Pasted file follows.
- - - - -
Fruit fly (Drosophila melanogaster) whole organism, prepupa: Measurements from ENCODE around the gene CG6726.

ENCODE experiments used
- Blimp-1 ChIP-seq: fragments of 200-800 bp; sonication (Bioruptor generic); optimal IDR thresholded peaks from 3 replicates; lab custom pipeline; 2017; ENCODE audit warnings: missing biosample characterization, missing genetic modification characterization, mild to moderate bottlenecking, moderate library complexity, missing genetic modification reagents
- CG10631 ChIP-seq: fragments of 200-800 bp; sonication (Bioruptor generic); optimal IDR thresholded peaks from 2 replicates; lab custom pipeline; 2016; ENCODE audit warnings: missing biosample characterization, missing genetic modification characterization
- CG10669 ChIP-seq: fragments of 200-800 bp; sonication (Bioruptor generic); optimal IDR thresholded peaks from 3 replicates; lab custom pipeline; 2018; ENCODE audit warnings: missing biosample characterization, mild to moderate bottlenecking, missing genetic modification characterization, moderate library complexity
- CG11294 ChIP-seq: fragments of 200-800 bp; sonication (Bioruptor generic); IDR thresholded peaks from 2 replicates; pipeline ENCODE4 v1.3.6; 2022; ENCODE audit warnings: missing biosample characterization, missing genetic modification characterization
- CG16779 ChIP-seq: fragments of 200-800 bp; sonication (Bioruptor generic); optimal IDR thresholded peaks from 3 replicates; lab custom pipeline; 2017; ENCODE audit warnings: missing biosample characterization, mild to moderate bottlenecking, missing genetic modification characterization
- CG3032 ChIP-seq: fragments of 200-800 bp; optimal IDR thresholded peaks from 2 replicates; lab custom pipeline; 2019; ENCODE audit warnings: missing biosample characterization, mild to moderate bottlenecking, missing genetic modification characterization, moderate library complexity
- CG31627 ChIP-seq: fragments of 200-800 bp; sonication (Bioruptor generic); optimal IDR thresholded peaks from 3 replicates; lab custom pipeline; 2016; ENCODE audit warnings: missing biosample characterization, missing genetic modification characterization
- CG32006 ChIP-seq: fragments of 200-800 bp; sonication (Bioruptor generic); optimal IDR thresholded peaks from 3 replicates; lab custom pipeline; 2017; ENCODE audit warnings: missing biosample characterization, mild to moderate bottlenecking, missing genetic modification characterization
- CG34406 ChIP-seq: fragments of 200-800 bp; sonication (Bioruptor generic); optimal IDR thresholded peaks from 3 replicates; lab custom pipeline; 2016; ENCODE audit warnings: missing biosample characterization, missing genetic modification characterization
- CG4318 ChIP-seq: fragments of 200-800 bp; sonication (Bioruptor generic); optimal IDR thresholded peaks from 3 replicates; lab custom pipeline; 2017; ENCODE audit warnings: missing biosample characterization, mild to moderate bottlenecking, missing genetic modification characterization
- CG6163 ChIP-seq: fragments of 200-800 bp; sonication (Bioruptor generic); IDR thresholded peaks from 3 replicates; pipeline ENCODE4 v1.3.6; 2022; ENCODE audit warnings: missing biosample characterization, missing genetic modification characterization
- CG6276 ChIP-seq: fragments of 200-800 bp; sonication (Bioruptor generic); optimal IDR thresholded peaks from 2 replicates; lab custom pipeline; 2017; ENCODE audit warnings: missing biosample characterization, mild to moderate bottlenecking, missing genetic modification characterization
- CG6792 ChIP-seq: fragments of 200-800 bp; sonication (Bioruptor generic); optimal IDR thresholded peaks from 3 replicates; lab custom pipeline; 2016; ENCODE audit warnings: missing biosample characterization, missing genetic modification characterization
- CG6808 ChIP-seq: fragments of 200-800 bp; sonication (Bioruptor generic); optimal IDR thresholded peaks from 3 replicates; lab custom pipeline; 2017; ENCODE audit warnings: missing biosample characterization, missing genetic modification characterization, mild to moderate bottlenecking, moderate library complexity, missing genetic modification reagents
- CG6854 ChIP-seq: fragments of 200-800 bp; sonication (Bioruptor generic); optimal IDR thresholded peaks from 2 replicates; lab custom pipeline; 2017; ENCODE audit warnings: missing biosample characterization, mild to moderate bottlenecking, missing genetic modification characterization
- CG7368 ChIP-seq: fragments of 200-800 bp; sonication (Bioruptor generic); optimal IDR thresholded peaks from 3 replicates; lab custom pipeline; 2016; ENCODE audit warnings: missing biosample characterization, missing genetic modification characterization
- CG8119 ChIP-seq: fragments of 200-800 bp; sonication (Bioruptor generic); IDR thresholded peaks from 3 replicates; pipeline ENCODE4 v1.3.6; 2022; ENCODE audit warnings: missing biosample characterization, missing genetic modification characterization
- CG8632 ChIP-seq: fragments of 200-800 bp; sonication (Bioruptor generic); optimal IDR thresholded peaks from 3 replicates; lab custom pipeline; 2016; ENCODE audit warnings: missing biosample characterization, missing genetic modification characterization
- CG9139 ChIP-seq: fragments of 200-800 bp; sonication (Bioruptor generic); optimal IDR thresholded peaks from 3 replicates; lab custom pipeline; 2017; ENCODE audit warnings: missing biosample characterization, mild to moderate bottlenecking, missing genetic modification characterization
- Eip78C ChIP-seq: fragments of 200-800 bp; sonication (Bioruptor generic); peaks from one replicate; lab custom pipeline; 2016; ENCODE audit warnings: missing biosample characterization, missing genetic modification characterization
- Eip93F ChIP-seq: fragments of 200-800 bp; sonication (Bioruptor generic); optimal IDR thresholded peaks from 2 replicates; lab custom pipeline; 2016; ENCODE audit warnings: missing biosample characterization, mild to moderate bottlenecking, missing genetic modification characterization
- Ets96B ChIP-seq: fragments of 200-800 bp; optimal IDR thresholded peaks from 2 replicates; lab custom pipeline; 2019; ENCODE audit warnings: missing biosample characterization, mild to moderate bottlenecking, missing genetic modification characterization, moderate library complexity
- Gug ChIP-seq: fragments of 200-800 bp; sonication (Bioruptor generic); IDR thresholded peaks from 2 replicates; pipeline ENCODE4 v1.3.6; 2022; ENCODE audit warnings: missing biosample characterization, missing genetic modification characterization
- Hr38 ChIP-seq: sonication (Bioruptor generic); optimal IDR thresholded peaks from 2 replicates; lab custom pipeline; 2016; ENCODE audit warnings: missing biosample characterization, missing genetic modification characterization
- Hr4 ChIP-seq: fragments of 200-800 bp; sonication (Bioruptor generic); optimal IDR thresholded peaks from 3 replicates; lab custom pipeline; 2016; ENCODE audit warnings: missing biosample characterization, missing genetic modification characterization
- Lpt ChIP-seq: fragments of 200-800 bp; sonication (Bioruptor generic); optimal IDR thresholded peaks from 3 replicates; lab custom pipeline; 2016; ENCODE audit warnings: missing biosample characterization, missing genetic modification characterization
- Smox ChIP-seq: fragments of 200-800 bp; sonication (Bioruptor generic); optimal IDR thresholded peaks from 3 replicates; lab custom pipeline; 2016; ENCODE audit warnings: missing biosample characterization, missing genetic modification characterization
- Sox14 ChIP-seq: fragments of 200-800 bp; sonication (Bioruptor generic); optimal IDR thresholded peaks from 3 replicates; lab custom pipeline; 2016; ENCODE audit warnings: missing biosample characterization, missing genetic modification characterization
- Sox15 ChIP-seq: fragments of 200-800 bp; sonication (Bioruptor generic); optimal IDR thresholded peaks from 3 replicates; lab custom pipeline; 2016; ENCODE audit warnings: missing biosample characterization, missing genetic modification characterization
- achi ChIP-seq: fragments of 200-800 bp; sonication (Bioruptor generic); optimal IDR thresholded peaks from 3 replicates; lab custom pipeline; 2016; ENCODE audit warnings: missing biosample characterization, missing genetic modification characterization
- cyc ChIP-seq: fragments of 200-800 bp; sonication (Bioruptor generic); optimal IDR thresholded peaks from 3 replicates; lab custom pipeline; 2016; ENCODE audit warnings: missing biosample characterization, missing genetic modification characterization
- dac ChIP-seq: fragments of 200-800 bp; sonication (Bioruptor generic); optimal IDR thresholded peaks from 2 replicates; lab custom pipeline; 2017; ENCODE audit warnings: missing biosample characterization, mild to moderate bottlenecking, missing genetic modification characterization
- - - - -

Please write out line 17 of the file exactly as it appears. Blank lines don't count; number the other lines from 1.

- CG6854 ChIP-seq: fragments of 200-800 bp; sonication (Bioruptor generic); optimal IDR thresholded peaks from 2 replicates; lab custom pipeline; 2017; ENCODE audit warnings: missing biosample characterization, mild to moderate bottlenecking, missing genetic modification characterization